Despite the introduction of double-decker trains, new transport routes and tighter timetables, rush hour often means “standing room only” in Switzerland.
Now the debate is on to determine who should pay for what as frustrated commuters consider their options – including navigating the choked roads and motorways.
Some 162,000 commuters travel to Zurich every day: 90,000 of them come by car, another 70,000 arrive via public transport. Meanwhile, 44,000 Zurich residents leave the city every day to work elsewhere.
Switzerland has become a nation of commuters, and there are a number of reasons for this. Communities eager for economic growth have linked themselves to cities through better infrastructure, thus improving their appeal to potential residents.
Flexibility is a must on the Swiss labour market. People who change jobs tend to find themselves commuting because not everyone is willing or able to move.
For families, moving is seldom an option. Living space is cheaper in the countryside and it is difficult to have children change schools. In many cases, at least one parent ends up commuting.
Swiss Transport Minister Doris Leuthard recently announced a package of measures that the cabinet hopes will curb the amount of commuting. “We don’t want to encourage people to commute across the whole of Switzerland," she told a media conference.
The government wants to make train travel and driving more expensive – partly to expand and maintain the existing infrastructure, but also to discourage people from travelling such long distances on a daily basis.
If the government has its way, the price of train tickets will gradually go up, in particular during rush hour.
The government would also like to increase the cost of driving a car. For example, the price of the annual motorway tax sticker would be raised from the current SFr40 ($42) to SFr100. The parliament will consider this in an upcoming session.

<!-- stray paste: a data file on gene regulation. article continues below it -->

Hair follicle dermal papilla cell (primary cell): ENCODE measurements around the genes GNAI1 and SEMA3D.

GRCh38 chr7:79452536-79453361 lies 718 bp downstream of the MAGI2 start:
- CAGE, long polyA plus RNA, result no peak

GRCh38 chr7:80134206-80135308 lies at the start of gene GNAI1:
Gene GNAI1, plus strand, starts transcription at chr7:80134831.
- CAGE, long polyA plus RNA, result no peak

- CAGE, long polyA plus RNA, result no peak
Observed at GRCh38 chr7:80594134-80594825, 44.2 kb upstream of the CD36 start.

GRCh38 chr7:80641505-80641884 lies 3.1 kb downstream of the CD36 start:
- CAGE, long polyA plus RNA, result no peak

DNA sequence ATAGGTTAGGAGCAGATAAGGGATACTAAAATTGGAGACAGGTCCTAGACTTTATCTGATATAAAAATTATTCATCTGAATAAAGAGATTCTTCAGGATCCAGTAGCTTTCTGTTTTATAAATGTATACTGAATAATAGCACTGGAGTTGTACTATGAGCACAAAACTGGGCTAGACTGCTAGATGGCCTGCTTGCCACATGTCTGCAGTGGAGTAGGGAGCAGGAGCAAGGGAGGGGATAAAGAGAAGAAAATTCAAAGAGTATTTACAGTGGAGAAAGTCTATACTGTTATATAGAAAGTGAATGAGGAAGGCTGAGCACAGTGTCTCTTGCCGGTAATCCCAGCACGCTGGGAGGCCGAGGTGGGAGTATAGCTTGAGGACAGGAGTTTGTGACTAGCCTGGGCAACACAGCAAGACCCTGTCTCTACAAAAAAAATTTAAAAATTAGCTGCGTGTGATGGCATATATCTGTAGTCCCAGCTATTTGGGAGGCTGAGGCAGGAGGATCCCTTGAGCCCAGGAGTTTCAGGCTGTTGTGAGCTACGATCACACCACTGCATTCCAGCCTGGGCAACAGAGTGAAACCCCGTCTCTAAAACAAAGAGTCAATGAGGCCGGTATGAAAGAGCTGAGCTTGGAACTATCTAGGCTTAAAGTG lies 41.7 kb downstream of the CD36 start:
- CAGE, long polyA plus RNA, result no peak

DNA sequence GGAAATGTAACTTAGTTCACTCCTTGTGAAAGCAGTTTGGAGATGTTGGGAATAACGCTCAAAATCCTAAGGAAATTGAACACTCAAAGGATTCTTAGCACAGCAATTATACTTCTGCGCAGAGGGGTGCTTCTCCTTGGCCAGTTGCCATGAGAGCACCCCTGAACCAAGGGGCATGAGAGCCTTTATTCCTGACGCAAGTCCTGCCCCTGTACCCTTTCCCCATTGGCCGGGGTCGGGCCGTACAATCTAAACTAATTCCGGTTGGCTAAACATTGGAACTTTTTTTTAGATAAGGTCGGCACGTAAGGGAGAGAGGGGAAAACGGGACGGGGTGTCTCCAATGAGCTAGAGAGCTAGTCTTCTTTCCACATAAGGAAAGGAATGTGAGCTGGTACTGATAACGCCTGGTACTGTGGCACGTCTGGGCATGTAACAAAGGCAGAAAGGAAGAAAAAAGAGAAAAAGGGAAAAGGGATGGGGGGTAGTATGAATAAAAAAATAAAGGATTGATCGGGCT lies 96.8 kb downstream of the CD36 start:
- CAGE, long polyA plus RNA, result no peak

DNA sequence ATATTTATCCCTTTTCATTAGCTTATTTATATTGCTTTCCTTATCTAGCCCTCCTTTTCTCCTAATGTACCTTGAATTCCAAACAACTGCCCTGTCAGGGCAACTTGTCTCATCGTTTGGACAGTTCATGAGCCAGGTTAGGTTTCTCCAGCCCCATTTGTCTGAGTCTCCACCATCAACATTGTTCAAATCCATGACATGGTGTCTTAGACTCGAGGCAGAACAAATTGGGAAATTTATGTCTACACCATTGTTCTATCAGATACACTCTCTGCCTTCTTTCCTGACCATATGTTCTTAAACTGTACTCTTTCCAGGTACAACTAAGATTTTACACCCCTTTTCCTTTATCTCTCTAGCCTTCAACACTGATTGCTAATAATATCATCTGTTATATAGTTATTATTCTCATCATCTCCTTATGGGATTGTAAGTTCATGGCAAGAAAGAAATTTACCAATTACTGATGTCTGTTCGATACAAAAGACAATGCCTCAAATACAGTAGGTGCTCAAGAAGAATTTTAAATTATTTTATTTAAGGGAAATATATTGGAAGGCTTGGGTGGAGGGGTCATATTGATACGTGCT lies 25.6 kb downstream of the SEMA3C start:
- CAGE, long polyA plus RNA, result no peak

In addition, the cabinet wants to increase the fuel tax by up to ten cents per litre of fuel. Meanwhile, tax deductions for commuters would be limited.
“The politicians in Bern obviously have no idea how Switzerland works and what’s going on in the country,” criticised Thomas Egger, director of the Swiss Association for Mountain Regions.
According to Egger, commuting is also a consequence of the concentration on major job centres. Limiting the tax deductions would mean doubly punishing commuters.
Egger also sees the planned increase in fuel taxes as an attack on the people living in remote areas with less transport infrastructure: "This affects the commuters who indeed depend on their cars."
The Swiss Association of Car Importers is also against any suggestions to make driving more expensive. It has launched a campaign against the planned price hikes to coincide with the start of the International Motor Show in Geneva.
"The road is the main mode of transport. Nothing would function in our country without cars and commercial vehicles,” said the group’s president, Max Nötzli.
For this reason, the group wants to prepare a list of “roadworthy” candidates for the federal elections coming up in autumn – the idea being that they would better represent the interests of consumers.
Leftwing politicians are also dissatisfied with the cabinet’s proposals. Members of the Social Democratic Party have complained that they would put too much of a burden on public transport. In addition, they would jeopardise the goal of transferring traffic from the roads to the railways.
The party wants to charge motorists more money and therefore supports an initiative from the Swiss Association for Transport and Environment. It would require that half of the fuel taxes (as opposed to the current quarter) would go toward public transport.
It also wants to optimise funding for public transport through an increase in corporate profit taxes and debt relief to benefit public transport coffers.
The Swiss Business Federation (economiesuisse) does not agree with this at all. It finds that the economy gives enough support to public transport. In fact, it has said that the contribution via fuel taxes and corporate income tax is disproportionately high.
According to the Swiss census of 2000, 6 out of 10 people work outside their home community – compared with 5 out of 10 in 1990.
Since the first study on mobility in 1910, the number of commuters has risen continually. It was 51.7% in 1990 and 57.8% in 2000.
Despite this increase, the time spent for commuting time has remained virtually stable since 1970.
The automobile remains the preferred means of transport, even if the train gained popularity in the 1990s.
In Switzerland 65% of commuters travel by car, compared with 85% in the US and 23% in Japan.
One in five workers around the world spends more than 90 minutes travelling to and from work each day.
In Switzerland, only 4% travel more than 60 minutes each way.
The average time spent in each direction 25 minutes globally and 22 minutes in Switzerland.End of insertion
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